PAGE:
“Although President Vizcarra mentioned that other mining projects were being successfully developed, the risk that a project as high-profile as Tía María becomes the poster child for resource development in Peru, at least in the eyes of the general public, is not something that should be taken lightly.”
Image ccourtesy of Las Bambas
On January 29th, President Martín Vizcarra announced that Southern Peru’s Tía María mining project in Arequipa will not be carried out during his government. "In this government no, there is no way," he affirmed, declaring that granting a construction permit does not necessarily imply having a social license. Although Vizcarra mentioned that other mining projects were being successfully developed, the risk that a project as high-profile as Tía María becomes the poster child for resource development in Peru, at least in the eyes of the general public, is not something that should be taken lightly. “If you look at the outcome of the congressional election that took place on January 26th, you will notice that politicians with anti-mining rhetoric won in regions where mining is prevalent,” observed Claudia Copper, who has been appointed the president of PERUMIN, the country’s main mining convention and exhibition, for 2021. “Despite the mining sector giving a lot of money to the regions it operates in, there is still a lot of anger,” she added, advising companies to be proactive in their engagement with communities instead of leaving the relationship building to the state. On January 30th, further evidence of the fractured relationship between local communities and the mining industry arose, as MMG halted copper shipments from its Las Bambas operation following a road blockade led by indigenous farmers and laborers known as comuneros, protesting against the alleged ongoing pollution of their lands. In previous months, Glencore’s Antapaccay, Freeport-McMoRan’s Cerro Verde, and Hudbay Minerals’ Constancia had all been affected by local opposition.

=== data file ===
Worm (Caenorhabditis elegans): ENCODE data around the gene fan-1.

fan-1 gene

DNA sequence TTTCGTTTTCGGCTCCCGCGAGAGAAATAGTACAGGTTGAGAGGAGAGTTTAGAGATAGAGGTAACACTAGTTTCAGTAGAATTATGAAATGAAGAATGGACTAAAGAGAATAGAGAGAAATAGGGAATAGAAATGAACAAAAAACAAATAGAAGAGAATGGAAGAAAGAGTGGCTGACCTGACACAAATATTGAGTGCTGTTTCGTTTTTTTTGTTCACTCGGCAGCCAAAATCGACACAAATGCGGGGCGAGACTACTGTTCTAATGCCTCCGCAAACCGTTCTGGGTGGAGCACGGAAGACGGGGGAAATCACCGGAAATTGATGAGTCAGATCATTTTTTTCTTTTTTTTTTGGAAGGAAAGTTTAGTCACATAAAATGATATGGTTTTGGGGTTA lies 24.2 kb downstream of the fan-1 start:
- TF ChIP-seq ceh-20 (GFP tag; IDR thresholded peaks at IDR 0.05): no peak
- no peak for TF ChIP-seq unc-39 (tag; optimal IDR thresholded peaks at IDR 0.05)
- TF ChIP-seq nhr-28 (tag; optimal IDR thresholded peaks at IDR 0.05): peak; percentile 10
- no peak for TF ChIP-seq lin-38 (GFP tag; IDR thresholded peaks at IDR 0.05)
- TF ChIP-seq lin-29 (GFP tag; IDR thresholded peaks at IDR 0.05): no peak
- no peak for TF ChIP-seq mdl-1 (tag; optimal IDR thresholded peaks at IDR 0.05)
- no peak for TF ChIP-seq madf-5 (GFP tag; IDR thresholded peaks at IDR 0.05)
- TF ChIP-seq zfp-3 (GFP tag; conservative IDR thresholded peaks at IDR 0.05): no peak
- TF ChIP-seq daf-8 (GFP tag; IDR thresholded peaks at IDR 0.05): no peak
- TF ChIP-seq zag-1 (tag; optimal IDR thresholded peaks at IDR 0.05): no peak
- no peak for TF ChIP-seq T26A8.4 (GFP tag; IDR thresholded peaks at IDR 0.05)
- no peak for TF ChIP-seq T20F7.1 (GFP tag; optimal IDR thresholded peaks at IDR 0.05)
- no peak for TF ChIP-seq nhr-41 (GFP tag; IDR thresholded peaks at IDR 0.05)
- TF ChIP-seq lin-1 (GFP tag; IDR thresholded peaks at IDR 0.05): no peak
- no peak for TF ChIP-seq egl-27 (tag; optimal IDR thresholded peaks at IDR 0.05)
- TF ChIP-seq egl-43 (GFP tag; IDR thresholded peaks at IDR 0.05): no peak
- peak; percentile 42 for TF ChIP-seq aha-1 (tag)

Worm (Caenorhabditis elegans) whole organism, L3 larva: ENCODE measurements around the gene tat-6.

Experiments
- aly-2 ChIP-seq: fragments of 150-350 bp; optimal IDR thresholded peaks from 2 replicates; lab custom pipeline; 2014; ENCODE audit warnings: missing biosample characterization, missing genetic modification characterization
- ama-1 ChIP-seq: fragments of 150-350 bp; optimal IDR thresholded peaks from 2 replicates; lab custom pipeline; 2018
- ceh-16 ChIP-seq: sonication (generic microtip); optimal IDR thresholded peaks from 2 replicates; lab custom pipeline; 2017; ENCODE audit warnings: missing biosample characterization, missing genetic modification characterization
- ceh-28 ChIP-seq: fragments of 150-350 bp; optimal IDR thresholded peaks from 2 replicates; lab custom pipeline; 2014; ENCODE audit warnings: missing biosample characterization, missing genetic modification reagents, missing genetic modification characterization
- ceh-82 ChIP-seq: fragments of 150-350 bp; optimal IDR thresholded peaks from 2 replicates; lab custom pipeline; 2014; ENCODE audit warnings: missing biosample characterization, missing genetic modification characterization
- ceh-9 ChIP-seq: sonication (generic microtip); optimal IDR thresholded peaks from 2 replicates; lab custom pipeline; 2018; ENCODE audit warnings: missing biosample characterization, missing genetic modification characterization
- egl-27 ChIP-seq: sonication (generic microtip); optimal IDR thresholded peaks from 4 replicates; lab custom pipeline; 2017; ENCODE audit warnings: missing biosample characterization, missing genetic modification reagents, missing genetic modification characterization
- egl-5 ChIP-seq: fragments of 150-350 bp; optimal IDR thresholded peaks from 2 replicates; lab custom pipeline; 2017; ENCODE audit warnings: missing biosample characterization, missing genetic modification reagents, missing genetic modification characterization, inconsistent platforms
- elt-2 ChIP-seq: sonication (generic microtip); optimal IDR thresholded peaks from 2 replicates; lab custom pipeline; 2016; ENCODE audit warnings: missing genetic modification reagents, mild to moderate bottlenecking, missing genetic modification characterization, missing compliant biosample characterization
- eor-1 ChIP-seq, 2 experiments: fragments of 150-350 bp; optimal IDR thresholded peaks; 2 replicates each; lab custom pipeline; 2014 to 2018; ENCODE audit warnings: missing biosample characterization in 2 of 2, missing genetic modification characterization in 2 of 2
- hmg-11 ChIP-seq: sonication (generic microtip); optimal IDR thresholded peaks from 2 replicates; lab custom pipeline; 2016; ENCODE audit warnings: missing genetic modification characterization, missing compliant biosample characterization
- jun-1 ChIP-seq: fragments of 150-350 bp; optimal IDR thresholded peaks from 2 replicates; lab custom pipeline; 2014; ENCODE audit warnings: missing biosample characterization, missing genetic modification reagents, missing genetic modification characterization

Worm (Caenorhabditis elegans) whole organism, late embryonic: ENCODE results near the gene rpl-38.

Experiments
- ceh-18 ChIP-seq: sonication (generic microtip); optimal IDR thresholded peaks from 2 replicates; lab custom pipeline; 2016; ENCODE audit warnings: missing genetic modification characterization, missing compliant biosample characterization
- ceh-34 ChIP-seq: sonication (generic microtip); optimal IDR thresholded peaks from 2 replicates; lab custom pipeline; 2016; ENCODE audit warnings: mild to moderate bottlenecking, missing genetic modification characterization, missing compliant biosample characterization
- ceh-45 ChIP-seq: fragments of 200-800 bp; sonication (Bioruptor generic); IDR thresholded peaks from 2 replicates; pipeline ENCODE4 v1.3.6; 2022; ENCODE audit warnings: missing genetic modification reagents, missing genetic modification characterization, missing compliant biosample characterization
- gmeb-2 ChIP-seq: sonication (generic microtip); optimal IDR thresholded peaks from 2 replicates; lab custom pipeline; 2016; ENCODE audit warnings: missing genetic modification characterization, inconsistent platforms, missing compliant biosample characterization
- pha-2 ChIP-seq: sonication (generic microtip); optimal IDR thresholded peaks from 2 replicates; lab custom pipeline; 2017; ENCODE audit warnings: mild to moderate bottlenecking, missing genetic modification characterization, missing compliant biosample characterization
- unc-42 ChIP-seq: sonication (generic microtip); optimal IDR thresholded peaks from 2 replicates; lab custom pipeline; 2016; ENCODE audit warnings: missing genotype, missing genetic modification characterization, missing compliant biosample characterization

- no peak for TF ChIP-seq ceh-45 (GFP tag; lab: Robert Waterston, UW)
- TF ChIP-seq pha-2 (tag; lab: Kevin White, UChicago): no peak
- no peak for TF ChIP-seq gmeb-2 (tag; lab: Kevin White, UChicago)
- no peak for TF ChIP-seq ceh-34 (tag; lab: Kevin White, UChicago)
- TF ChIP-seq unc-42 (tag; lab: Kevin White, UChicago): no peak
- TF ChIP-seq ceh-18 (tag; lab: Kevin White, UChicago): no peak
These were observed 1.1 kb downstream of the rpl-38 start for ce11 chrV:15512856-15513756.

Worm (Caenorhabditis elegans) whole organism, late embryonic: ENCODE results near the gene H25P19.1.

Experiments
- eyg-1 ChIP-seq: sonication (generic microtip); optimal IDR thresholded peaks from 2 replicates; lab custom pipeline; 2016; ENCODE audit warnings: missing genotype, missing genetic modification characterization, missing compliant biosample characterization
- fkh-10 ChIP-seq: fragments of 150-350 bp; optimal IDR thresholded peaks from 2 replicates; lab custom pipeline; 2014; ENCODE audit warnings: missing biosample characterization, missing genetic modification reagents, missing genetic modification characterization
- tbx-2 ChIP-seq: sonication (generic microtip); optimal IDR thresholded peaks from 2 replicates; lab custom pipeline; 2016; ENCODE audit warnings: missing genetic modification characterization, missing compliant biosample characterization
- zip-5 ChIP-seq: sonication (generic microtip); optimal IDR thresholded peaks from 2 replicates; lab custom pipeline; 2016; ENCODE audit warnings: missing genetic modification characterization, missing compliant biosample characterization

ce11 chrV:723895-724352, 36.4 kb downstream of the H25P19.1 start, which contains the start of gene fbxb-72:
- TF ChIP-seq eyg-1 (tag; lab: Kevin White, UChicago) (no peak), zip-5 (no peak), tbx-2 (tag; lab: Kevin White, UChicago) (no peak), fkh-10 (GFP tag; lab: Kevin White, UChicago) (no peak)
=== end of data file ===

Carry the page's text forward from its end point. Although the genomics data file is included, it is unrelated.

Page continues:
Why does this anger exist? Augusto Cauti, Vice Minister of Mines, spoke of the lack of trust that has grown in recent years from all parties in the mining sector, and the need to present appropriate, transparent and clear information. “The mining sector is complex and not always easy to comprehend and comprehensive to be explained, and the challenge is to show the benefits the industry can provide to improve the quality of life to the inhabitants with something tangible rather than just rhetoric,” he said, continuing: “I believe that developing projects in a low-profile manner and/or just as a good neighbor should be things of the past – the sector has to have a more visible face and involve more in alliances with people and local activities from the surrounding areas.” For Jorge Chávez Blancas, general manager of mining consultancy EnvPhys, it is important that the industry and the government work together to increase the acceptability of mining in Peru. “Normally a percentage of mining in the GDP or amount of taxes paid by the mining industry is used to explain the positive impacts of mining; nevertheless, the normal citizen fells these concepts as abstract and not related to their day to day activities,” he said, suggesting that the positive impacts of mining should be reinforced and explained to the people in innovative ways: “More effective would be the contribution of mining in people’s pension funds, salaries, or how much taxes would have to be increased if the mining industry stops.”